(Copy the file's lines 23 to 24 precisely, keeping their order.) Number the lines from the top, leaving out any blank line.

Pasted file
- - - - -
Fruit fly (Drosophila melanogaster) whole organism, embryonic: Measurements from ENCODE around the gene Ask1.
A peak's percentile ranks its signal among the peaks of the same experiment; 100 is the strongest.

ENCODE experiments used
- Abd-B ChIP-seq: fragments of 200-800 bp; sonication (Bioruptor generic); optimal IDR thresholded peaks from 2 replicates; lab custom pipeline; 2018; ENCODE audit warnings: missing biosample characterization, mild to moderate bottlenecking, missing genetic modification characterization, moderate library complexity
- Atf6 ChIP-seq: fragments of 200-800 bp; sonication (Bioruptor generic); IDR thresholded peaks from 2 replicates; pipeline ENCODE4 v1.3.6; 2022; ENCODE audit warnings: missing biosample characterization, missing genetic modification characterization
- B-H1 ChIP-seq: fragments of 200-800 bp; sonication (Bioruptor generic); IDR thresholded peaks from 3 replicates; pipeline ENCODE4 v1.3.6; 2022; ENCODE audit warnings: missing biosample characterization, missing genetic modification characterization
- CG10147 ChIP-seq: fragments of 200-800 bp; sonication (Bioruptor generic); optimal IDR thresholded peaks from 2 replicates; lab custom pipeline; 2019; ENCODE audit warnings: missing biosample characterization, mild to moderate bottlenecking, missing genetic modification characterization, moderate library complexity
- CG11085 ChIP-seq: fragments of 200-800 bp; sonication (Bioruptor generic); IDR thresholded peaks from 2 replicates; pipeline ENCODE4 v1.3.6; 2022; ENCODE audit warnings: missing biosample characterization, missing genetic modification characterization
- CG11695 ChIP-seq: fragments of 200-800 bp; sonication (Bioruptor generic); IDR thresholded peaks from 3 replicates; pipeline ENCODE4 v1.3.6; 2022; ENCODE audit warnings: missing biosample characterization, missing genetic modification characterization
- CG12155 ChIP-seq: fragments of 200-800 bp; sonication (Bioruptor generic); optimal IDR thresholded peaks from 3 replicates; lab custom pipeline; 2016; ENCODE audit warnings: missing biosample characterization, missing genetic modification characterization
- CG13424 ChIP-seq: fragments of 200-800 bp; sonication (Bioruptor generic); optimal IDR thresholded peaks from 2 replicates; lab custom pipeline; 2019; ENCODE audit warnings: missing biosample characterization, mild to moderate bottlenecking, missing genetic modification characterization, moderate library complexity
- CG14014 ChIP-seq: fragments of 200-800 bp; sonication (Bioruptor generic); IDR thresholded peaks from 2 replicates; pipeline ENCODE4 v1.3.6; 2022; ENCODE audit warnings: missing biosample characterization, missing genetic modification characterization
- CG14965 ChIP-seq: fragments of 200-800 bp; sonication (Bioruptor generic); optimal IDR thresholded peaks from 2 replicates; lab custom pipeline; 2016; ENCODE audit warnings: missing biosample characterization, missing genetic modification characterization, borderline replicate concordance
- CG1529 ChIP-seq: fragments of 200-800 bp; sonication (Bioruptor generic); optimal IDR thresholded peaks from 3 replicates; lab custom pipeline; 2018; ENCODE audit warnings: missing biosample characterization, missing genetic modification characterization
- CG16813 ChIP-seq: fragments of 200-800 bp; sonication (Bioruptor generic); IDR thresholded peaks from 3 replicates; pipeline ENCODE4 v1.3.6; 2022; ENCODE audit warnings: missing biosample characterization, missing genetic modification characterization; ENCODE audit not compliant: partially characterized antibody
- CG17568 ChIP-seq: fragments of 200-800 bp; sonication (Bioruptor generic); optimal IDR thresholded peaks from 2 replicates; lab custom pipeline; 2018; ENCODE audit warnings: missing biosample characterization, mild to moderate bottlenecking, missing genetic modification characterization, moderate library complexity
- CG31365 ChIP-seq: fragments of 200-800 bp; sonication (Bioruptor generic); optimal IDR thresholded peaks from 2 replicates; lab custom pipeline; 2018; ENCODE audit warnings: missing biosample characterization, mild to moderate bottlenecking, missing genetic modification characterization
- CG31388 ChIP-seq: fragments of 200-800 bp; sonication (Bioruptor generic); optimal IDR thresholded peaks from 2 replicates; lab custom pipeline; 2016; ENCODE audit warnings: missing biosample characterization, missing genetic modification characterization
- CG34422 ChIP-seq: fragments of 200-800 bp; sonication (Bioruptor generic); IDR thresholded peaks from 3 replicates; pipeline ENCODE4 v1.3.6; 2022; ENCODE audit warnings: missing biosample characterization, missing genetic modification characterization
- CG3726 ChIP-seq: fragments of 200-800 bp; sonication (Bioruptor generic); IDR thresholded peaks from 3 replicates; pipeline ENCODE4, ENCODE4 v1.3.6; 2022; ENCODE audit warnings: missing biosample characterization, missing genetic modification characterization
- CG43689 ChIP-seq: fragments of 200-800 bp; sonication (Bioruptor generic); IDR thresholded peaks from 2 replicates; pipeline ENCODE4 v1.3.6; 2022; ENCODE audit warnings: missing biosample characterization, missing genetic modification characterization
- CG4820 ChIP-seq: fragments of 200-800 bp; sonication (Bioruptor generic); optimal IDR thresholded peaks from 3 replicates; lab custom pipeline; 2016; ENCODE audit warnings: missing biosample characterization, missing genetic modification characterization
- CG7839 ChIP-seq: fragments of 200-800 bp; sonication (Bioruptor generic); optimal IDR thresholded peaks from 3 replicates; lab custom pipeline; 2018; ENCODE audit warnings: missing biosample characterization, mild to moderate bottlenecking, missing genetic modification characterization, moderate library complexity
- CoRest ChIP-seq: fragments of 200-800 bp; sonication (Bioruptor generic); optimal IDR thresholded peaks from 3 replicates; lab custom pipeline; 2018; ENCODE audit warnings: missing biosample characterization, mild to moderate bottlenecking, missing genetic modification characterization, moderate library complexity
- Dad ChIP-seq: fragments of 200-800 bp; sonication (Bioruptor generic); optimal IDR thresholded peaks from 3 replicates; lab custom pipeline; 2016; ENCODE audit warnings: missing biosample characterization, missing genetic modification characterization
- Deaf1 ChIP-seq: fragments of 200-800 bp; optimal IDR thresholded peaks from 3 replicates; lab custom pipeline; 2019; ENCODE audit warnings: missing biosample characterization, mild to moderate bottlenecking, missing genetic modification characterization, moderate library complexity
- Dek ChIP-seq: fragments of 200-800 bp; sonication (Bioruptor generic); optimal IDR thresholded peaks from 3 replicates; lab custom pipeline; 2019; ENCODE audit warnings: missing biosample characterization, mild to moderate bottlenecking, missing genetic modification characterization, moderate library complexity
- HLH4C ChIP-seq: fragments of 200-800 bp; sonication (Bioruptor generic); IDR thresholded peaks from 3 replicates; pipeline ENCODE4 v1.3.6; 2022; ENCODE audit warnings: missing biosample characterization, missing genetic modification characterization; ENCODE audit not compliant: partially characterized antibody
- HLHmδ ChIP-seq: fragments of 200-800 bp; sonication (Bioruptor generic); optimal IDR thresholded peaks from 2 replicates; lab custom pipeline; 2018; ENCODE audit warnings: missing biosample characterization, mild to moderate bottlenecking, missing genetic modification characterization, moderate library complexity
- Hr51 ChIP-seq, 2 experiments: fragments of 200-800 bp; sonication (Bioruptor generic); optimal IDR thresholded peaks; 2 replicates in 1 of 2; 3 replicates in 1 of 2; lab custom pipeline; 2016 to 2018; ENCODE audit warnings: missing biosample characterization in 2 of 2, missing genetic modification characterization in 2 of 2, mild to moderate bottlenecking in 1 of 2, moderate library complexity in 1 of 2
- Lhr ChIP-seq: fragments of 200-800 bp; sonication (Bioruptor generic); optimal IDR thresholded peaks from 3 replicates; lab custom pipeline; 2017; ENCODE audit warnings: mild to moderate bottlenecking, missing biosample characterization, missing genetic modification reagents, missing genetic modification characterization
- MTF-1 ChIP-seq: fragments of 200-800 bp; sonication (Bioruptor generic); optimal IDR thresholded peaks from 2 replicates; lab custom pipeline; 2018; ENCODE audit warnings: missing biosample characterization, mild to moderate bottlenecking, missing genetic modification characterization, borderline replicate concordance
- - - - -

- CG7839 ChIP-seq: fragments of 200-800 bp; sonication (Bioruptor generic); optimal IDR thresholded peaks from 3 replicates; lab custom pipeline; 2018; ENCODE audit warnings: missing biosample characterization, mild to moderate bottlenecking, missing genetic modification characterization, moderate library complexity
- CoRest ChIP-seq: fragments of 200-800 bp; sonication (Bioruptor generic); optimal IDR thresholded peaks from 3 replicates; lab custom pipeline; 2018; ENCODE audit warnings: missing biosample characterization, mild to moderate bottlenecking, missing genetic modification characterization, moderate library complexity